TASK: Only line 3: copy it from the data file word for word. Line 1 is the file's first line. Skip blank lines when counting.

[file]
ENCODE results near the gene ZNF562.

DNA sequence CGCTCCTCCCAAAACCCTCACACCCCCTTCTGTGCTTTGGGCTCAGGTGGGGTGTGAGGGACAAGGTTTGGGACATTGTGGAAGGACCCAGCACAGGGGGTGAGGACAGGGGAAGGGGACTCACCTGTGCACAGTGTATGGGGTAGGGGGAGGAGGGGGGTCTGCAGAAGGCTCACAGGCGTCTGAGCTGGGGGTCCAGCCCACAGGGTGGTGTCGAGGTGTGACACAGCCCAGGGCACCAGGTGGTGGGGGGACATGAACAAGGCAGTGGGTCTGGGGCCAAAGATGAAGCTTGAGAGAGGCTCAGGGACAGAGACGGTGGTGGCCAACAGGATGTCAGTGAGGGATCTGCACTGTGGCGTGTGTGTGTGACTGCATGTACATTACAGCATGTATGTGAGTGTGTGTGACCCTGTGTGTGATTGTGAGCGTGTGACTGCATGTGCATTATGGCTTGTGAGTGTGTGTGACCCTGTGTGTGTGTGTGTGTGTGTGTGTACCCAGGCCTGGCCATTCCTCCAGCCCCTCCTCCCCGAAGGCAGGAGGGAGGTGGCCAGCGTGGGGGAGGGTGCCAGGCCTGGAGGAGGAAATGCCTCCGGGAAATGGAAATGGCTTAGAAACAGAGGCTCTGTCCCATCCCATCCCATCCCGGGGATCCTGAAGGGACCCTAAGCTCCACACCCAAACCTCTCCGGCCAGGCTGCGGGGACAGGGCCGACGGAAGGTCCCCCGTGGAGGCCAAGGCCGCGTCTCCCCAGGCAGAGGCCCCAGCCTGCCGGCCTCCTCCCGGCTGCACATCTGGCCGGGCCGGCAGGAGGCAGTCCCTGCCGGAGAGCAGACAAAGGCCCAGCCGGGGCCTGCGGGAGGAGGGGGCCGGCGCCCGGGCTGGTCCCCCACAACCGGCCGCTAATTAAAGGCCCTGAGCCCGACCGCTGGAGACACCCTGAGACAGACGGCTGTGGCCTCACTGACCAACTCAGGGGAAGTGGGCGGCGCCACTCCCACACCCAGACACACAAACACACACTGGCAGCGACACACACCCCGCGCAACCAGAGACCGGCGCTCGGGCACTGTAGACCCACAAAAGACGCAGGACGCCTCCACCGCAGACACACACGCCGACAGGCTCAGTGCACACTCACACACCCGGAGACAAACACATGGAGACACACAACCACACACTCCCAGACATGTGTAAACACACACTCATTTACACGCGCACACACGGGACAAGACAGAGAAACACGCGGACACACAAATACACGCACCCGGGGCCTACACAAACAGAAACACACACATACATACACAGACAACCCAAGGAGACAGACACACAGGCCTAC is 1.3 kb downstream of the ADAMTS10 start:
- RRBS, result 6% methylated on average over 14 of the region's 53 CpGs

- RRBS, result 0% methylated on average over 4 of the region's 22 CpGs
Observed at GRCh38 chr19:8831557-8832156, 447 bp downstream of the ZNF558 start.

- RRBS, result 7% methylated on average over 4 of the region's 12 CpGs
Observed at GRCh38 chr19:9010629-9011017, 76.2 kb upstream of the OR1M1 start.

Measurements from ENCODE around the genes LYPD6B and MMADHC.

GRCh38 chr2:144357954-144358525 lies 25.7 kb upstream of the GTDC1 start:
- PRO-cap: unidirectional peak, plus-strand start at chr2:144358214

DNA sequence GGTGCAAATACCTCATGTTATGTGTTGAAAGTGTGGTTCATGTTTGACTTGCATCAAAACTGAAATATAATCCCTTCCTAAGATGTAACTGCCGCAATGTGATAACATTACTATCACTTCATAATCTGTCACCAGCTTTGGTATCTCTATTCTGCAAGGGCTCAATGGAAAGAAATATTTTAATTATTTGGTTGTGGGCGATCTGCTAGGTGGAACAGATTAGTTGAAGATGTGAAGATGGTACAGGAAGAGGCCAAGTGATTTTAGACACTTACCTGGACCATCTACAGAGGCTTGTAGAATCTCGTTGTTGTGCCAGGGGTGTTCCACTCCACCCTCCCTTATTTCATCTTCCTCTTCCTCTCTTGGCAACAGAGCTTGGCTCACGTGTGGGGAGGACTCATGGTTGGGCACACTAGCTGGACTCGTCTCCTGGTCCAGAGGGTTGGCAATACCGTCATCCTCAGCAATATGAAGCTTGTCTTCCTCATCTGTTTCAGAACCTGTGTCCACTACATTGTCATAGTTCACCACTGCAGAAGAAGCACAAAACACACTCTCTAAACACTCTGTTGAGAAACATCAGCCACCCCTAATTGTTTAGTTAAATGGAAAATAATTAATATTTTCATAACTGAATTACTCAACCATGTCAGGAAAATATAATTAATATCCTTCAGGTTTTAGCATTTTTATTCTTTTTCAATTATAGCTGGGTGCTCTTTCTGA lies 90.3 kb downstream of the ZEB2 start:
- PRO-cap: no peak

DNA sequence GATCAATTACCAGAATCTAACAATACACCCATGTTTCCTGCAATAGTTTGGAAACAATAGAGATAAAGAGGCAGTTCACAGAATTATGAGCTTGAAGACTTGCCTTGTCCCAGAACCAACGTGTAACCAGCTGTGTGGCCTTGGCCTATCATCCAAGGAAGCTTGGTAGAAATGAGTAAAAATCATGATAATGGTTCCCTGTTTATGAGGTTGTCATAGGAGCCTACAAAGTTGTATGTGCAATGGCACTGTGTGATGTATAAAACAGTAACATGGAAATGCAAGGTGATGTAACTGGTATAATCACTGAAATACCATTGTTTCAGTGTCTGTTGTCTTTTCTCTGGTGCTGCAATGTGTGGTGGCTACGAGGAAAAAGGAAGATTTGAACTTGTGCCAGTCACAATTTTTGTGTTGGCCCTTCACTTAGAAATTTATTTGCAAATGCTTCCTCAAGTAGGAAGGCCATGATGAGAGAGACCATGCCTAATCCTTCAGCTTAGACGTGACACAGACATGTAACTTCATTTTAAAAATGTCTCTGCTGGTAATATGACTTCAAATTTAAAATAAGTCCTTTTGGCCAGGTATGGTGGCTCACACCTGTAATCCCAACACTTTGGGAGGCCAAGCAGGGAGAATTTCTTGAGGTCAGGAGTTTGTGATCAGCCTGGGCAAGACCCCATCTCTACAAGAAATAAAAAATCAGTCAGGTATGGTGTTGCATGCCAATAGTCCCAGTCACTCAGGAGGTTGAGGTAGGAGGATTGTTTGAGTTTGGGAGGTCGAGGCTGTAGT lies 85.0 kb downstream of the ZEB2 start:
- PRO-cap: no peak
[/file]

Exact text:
- RRBS, result 6% methylated on average over 14 of the region's 53 CpGs